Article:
ROBERT SIEGEL, host:
Shortly after President Bush made his remarks today, I spoke with Treasury secretary Henry Paulson. Paulson says he is hopeful that the steps the administration is taking will help identify mortgage holders who may have problems and help those with adjustable interest rates that are about to go up.
Secretary HENRY PAULSON (U.S. Treasury Department): I think it can benefit in a number of ways. And one of the things the president announce today was his intent to work with members of the Congress to get legislation passed that will do a way with a perverse aspect of the tax code. And the way the tax code works as this: If I loan you money those proceeds are not taxable. Now, if I forgive the debt, then that's taxable income.
And so, homeowners who, you know, in a worst case who lose their home through foreclosure could get hit with the big tax bill on the cancellation of the mortgage debt, or those that are looking to refinance their mortgage and the bank might be willing to reduce the principle, could get hit with the tax bill. And so, what the president has proposed is a tax provision, which for several years would provide tax relief to those homeowners who in a primary residence need to restructure their mortgage, and so they wouldn't have this tax obstacle.
SIEGEL: I'd like to come back to that proposal in just a moment. But first, I want to ask you about the proposal to - a dwarf to the FHA. Do you agree with the number we've heard a lot this morning, which is that about 80,000 of borrowers might be assisted by the FHA plan?
Sec. PAULSON: Well, I got to say that's a - I think that's one estimate, and we're going continue working with FHA to develop a new product. But remember, there's also going to be new product coming from other sources and the key -and the thing that we're going to begin doing - Alphonso Jackson who's the secretary of HUD and my people at Treasury are going to begin working right away getting together groups of mortgage servicers, getting together those groups that are developing new product, getting together counseling groups not for profits, and start the process as soon as possible. Start right away to begin attempting to identify those homeowners that are facing a problem and identify them in advance so we might be able to contact them in advance and help them refinance.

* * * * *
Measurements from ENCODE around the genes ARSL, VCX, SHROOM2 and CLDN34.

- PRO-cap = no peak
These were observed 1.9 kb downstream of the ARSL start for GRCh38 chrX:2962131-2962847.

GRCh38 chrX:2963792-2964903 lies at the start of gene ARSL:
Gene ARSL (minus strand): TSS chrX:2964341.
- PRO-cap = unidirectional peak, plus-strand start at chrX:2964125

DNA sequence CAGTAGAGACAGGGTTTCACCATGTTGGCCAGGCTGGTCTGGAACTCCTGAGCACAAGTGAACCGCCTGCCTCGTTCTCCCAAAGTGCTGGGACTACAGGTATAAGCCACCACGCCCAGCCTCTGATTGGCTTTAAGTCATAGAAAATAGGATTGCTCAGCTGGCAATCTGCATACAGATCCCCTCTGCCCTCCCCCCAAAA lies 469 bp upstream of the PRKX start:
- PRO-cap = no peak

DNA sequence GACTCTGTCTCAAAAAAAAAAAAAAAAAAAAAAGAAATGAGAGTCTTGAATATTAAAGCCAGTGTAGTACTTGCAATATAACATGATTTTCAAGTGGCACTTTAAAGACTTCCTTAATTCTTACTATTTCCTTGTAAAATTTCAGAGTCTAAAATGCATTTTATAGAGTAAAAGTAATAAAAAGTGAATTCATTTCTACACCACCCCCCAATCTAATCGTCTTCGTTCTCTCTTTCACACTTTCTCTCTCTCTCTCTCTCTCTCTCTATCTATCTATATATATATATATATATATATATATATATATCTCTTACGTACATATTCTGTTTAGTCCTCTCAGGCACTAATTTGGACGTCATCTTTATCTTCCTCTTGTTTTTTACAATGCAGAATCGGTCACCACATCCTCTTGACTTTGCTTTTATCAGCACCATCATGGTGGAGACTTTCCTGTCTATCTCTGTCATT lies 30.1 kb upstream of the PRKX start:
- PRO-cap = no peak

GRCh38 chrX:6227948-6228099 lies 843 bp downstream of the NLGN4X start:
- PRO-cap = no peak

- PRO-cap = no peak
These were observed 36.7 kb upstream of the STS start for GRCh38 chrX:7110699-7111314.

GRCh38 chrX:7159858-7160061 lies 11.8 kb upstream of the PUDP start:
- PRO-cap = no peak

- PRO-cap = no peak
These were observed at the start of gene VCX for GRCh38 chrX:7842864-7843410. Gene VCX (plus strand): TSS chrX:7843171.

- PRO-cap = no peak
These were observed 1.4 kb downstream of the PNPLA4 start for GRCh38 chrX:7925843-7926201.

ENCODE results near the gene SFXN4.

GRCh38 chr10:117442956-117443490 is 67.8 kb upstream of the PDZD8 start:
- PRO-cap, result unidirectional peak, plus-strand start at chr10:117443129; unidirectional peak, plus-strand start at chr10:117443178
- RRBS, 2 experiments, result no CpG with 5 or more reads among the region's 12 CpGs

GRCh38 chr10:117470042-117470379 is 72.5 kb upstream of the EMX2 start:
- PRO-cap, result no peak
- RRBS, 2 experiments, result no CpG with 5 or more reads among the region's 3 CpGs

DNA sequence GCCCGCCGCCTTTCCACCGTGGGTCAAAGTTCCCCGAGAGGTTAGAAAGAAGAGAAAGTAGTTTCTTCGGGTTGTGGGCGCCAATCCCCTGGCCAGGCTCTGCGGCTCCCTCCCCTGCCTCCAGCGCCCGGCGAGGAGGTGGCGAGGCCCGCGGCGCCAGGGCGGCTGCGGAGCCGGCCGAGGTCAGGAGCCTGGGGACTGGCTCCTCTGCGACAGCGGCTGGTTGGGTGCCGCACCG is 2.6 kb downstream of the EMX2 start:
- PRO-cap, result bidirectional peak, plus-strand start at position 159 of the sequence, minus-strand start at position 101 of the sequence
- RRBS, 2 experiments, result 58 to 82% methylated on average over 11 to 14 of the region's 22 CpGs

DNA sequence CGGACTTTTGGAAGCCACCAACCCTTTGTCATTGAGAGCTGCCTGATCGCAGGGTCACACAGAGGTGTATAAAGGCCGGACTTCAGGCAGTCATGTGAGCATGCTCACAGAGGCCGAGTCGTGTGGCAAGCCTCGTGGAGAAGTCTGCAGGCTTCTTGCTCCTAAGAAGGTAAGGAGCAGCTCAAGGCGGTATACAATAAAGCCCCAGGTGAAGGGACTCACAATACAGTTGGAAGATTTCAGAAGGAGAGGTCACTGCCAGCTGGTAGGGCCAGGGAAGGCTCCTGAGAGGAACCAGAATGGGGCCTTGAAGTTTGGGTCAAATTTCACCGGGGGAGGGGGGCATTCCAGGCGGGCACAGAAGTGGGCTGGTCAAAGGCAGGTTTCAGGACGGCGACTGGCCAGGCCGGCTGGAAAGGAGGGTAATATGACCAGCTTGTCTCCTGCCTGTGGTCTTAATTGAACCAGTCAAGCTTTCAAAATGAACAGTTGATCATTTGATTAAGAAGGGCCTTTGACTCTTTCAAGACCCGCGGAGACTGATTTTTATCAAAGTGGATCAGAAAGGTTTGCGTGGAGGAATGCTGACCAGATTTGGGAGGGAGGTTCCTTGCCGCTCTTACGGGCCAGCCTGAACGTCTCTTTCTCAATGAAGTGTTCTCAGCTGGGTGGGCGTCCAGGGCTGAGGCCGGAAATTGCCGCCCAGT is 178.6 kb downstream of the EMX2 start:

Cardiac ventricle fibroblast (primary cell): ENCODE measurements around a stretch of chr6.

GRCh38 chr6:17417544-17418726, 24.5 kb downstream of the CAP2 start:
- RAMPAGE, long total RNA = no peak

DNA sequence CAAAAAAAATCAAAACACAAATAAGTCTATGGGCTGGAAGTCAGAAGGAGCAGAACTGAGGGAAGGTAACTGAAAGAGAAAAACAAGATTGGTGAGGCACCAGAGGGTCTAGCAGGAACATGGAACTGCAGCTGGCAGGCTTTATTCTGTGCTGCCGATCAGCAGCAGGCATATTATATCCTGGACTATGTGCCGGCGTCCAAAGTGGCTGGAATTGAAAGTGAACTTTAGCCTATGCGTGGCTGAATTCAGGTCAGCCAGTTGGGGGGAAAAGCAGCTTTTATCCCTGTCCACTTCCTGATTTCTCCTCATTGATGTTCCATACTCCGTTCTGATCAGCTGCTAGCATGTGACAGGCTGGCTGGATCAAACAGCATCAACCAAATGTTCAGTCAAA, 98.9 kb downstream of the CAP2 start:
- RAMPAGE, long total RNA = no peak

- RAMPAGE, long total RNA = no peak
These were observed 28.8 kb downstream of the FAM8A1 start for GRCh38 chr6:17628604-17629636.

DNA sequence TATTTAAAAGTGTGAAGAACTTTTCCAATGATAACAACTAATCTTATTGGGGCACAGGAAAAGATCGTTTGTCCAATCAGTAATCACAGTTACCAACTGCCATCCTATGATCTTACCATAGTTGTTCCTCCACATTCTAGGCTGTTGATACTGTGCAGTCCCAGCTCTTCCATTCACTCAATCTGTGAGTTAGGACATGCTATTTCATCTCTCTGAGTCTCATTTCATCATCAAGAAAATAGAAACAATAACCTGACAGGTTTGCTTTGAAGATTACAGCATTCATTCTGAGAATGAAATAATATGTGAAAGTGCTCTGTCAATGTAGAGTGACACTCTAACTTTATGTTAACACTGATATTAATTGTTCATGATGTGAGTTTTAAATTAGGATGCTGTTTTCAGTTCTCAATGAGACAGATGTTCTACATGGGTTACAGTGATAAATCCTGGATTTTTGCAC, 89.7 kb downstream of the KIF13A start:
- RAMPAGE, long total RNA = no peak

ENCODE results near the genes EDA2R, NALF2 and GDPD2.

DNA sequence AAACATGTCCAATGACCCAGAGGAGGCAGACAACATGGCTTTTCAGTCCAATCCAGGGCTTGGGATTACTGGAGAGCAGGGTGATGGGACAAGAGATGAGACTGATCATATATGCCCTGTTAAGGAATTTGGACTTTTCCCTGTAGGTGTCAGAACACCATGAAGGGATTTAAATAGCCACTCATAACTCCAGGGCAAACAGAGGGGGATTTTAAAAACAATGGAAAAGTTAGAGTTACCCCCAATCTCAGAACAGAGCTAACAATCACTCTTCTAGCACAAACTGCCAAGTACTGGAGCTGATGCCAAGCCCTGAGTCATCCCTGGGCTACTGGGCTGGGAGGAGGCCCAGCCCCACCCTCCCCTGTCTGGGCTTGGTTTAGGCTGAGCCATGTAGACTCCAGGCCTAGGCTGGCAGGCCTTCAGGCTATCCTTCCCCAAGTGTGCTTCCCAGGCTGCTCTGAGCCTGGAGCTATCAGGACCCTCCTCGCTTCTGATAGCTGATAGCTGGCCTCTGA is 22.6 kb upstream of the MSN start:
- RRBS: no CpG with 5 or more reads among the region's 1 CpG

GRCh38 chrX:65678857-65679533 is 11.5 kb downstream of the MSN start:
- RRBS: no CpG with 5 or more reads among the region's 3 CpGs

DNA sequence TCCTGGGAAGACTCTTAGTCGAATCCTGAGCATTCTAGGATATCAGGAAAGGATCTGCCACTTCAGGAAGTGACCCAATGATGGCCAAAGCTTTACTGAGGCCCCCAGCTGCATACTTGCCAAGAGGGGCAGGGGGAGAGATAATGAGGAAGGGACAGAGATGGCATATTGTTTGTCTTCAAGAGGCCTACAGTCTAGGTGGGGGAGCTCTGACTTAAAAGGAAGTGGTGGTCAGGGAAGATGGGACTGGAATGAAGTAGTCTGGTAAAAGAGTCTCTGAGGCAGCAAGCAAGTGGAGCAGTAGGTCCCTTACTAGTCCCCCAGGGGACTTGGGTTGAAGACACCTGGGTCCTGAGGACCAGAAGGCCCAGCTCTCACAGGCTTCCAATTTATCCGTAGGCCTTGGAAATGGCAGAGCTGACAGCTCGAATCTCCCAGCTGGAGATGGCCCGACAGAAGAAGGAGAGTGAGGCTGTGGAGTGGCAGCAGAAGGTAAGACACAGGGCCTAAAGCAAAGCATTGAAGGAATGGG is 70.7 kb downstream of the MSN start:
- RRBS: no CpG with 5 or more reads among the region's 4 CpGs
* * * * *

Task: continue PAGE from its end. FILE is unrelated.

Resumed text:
SIEGEL: But Secretary Paulson, 80,000 sounds a very small number set against the figures we hear of one to two million troubled loans over the next year or two. What to you is a measure of success? How many troubled borrowers get helped and avoid foreclosure for you to say, we did it, we succeeded?
Sec. PAULSON: To me, anyone that we can help stay in a home is success and I want to be as successful as possible and get to as many people as possible. And be aggressive in terms developing new product and pro-active in getting to homeowners who may have problems.
SIEGEL: But you think the homeowners measured into thousands…
Sec. PAULSON: I can't - I cannot go…
SIEGEL: …or the tens of thousands or the hundred of thousands.
Sec. PAULSON: I'm just got to say I don't want to overpromise and underdeliver. We can't make this problem go away, we can't keep everyone in their home, but we sure as heck it can make a big effort to help those who've the got the capability to own a home, refinance and what we're going to do is make a big effort. And to me success is helping as many people as possible.
SIEGEL: You mentioned the tax code change that the president has proposed and you said that refers to a primary residence. I assume that means that the forgiveness of taxes or the ending of that taxation would not affect the income received regarding a second home. Would it be limited to a certain level of mortgage that is - we'd be talking equally about $400,000 jumbo loans and…
Sec. PAULSON: Where going to work this through Congress and I'm sure we will get input from Congress. But the proposal is to deal with residence, to not deal with speculators, but people who owns a primary home, not a second home, and to deal with cancellation of debt in that context.
SIEGEL: Americans have become accustomed in recent years to borrowing against the appreciation of their homes through equity access loans, to make a lot of purchases. Should that form of borrowing continue or expand, or does it ultimately stake too much of our economic growth and rising real estate values?
Sec. PAULSON: Well, let me say this, I don't think it's my job or the government's job to tell anybody how much money they can borrow, what asset they should borrow against. People will from time to time make mistakes. We can't protect everyone against loses. But homeownership is very, very important in this country. And the vast majority of people in this country have a big part of their network tied up in their homes. And so this is an area that we're all focused on. And again, I think, that is why the president was so proactive here in coming up with a program to address this very real problem.
SIEGEL: Secretary Paulson, thank you very much for talking with us today.
Sec. PAULSON: Thank you.
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